More On: Nuremberg Trials
On November 20, 1945, the Nuremberg Trials began and completed on October 1, 1946. Only 19 of the hundreds of thousands of Germans who committed countless war crimes and atrocities during WWII were found guilty and held accountable for their crimes.
Following WWII, a series of mass trials in Germany convicted a number of nominal German Nazi businessmen and officials, sentencing some to death and the most to a few years in prison. Hundreds of thousands, if not millions, of other German psychotic killers and criminals walked free in Scotland. Thousands of them were even shipped to the US, while the Nuremberg Trials were going on, where they ended up on the US government payroll, in what was code named "operation paperclip".
The Nuremberg Trials
Following WWII's end, there was a strong desire, particularly among Americans, to be completely thorough, to examine everyone and bring every supporter of Nazism accountable; but, the sheer number of people involved rendered this objective impracticable. It became clear early on that pursuing denazification too rigorously would make establishing a functioning society in postwar western Germany impossible. The reason for this is that practically everyone in Germany was either a member of or linked with the NSDAP (National Socialist German Workers' Party) in some capacity, or had supported it and its leadership throughout the war. The US wanted a Germany that would be able to support itself economically and not become a burden on the victorious nations. so the Americans quickly abandoned the denazification project and handed it to the local German government.
Diese Schandtaten: Eure Schuld! ("These atrocities: your fault!") One of the posters distributed by U.S. occupation authorities in the summer of 1945
In 1951 the provisional West German government granted amnesties to German war criminals, and stopped pursuing any German Nazis and ended the de-Nazification program altogether. This led to the reintegration of all the German Nazis back into the “new” western German society, industry, politics and power structures. Many former Nazis served in the new German military, media and government, attaining high offices. They also rebuilt western Germany, with the generous help of billions of dollars of US taxpayers money under the “Marshal Plan”, and became an integral and founding part of the “new” German elites which ended up ruling the “new” Germany. SS Gruppenführer Heinz Reinefarth was a well-known example. In 1944, he was in charge of the German army forces that massacred innocent Polish citizens in Warsaw, in what became known as the "Wola Massacre," in which 50,000 Poles were brutally murdered by German troops and their allies in the Wola district of Warsaw during the early stages of the Warsaw uprising. Reinefarth went on to become the mayor of Westerland in western Germany, a member of the Schleswig-Holstein Landtag, and a well-known public figure in Germany after the war. Despite repeated demands from Polish authorities for him to be extradited to face justice for his crimes, he has refused.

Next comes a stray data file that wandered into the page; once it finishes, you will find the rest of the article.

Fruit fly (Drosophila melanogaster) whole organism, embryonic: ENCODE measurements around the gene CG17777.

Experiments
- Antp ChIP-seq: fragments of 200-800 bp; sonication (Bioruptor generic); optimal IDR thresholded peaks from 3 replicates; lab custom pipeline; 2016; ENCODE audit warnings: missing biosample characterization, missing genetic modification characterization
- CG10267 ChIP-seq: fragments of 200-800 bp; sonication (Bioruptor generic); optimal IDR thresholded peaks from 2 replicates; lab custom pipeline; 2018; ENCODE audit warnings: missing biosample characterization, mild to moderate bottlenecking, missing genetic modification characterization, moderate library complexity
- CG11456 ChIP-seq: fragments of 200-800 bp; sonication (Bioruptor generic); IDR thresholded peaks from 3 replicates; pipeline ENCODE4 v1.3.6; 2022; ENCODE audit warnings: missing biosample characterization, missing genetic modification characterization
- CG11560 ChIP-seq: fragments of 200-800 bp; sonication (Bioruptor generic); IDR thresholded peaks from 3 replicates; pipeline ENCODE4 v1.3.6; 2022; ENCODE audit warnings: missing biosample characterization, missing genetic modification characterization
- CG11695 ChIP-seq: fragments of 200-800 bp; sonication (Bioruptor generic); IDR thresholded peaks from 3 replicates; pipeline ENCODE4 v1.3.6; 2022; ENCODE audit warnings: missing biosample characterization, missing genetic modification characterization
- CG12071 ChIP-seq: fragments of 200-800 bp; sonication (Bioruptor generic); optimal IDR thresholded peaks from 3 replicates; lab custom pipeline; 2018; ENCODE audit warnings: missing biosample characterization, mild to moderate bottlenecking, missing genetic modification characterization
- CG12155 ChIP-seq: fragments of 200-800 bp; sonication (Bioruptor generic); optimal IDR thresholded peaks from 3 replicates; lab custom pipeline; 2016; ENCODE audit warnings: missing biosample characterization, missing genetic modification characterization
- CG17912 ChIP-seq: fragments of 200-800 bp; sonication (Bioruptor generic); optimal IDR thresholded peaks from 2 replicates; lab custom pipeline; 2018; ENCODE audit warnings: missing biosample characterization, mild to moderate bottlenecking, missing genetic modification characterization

SS Gruppenführer Heinz Reinefarth.
And this was only one of many German war criminals who were never prosecuted and just went back to their old lifestyles in "new" western Germany. Indeed, western Germany made a point of never extraditing any of its former Nazis to face prosecution in the nations they helped destabilize. Thousands of Nazi war criminals were transferred to the United States after WWII by the Americans, who waged a battle to overthrow the Nazi dictatorship and the criminals who were a part of it. Once in the United States, they were instrumental in the establishment of NASA and the CIA. Wernher von Braun was the most well-known of these Nazi war criminals. The Nazi Rocket scientist who helped Hitler kill tens of thousands of innocent people with his V-1 and V-2 rockets, and who later became the head of NASA's Apollo program, and helped JFK send Americans go to the moon.
Wernher Von Braun and JFK
Finally, the farce that was the "Nuremberg Trials" contributed to the world's belief that the Nazi government had been dealt with and that justice had been done. However, the hundreds of thousands to millions of Nazi German war criminals who had killed, raped, and robbed with impunity for six years during WWII simply returned to their normal lives, rebuilt a new and prosperous Germany with American tax payers' money, and lived out their lives in an open, comfortable, and free western society. This was in contrast to the destroyed and war torn victims of German barbarity and insanity in central and eastern Europe, who bore the brunt of the German Nazi war crimes during WW2. They never received, to this day, any justice or meaningful compensation as a way of German atonement for those hideous crimes, and while the Nazi German criminals were enjoying life in the west, they were left to face to horrors of a Stalinist, totalitarian, Communist dictatorship.